Collection of residential school student work uncovered in belongings of former employee

Port Alberni, BC

“The children were drinking water from toilet bowls,” said former school nurse Phyllis Ursel in letter written to Ellen Fairchild, then federal minister of Indian Affairs in 1960. At the time she had been working at the residential school in Alert Bay and was fired shortly afterward.

Phyllis Ursel was married with a family of her own. She worked in residential schools and was known for her kindness towards the little girls she was in charge of.

Ursel moved on to Alberni Indian Residential School, where she worked as a matron for more than 30 years.

While at Alert Bay, Ursel witnessed disturbing incidents. In her letter to the minister she wrote, “the older boys came to the dispensary at night for Aspirins because they had hunger-induced headaches. Because of a shortage of drinking fountains throughout the building, children were drinking water from toilet bowls.”

She went on to complain that there were only three bathtubs for 110 girls and that 57 staff members left the school in just over two years. Shortly afterward, she was fired, “for not being loyal to the school” according to Ursel.

Anglican official Henry Cook said Ursel was let go because she misrepresented her qualifications and had been disruptive.

Manila folder discovered

After a 30-year career as matron, or house mother, as granddaughter Rhonda Ursel called it, Phyllis passed away in a senior’s home in Port Alberni in 1998 at the age of 86. Phyllis’ husband Frederick had passed away years before; their belongings went to their son Frank

Frank Ursel, founder of the Clam Bucket restaurant in Port Alberni, stored his parents’ belongings in boxes in his basement until his passing in late 2019. A few months later, Frank’s daughter Rhonda took on the daunting task of sorting through two generations of items.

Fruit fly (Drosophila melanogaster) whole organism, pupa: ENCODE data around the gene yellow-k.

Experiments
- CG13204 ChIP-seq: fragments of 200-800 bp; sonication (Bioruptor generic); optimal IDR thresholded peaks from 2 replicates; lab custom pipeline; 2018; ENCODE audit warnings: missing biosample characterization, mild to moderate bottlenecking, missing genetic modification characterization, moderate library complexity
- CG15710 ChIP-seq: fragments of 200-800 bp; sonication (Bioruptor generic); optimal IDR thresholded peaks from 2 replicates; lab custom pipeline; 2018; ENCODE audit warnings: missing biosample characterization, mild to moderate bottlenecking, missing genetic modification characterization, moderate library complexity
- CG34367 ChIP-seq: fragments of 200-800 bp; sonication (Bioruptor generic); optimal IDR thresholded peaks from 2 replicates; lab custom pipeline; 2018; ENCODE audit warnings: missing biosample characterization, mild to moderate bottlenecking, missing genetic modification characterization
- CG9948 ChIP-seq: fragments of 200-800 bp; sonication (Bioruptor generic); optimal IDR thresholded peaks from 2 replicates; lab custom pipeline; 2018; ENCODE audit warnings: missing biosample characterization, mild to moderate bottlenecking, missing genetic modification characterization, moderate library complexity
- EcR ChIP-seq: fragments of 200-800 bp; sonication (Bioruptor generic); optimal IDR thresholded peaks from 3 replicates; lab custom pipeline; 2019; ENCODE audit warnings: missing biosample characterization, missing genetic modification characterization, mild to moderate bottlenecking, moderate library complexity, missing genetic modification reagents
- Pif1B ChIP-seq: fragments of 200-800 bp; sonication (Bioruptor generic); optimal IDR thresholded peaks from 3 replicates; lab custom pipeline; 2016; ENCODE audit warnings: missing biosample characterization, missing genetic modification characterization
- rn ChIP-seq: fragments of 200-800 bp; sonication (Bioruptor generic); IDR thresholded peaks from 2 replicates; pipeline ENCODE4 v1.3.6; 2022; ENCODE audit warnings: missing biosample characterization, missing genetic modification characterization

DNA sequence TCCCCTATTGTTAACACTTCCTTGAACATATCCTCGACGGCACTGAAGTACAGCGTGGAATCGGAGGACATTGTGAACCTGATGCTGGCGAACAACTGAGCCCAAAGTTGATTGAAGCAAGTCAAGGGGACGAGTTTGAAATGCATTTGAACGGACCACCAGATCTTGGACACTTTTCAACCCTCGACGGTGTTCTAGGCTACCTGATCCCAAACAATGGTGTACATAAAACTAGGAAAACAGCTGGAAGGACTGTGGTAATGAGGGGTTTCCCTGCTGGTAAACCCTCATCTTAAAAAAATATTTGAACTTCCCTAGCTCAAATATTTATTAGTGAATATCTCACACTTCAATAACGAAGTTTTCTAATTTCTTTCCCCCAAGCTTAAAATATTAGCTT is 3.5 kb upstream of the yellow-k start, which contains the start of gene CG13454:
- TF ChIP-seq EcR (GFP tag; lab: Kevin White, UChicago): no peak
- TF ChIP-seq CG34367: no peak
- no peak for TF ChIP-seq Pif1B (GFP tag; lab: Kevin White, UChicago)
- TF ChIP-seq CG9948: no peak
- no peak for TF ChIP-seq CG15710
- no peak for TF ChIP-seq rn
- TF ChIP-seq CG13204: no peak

As she looked through boxes of her late grandmother’s effects, Rhonda came across a manila folder containing children’s poetry and drawings. They were the works of former Alberni Indian Residential School students dating back to 1958.

Rhonda said that she was told that her grandmother Phyllis felt compassion toward her young charges. She saved some of the works, which are now coming out of storage.

So far, only one manila folder of work has been found. Rhonda turned it over to her co-worker Rowena Cootes, who, in turn, contacted Ha-Shilth-Sa.

Rhonda was at first reluctant to make the find public, fearing that the negative connotations associated with Indian residential schools might bring pain and anxiety for people.

“I was afraid dragging up memories may be hurtful,” she told Ha-Shilth-Sa.

The folder contains a black and white photograph of a group of AIRS girls taken in 1959 at Cathedral Grove. Although beautiful, the photograph only shows the backs of the girls who are leaning over a railing looking into a creek. The back of the photo reads, “Some of our girls on a bridge. Cathedral Grove. Alberni Indian Residential School. Summer /59.”

The folder also contained signed drawings, along with a collection of poetry and other artwork. According to Cootes, Rhonda believed that her grandmother Phyllis felt sorry for the children who suffered from depression and loneliness. She would pay them a little money for their art and writings.

Writing under the holly tree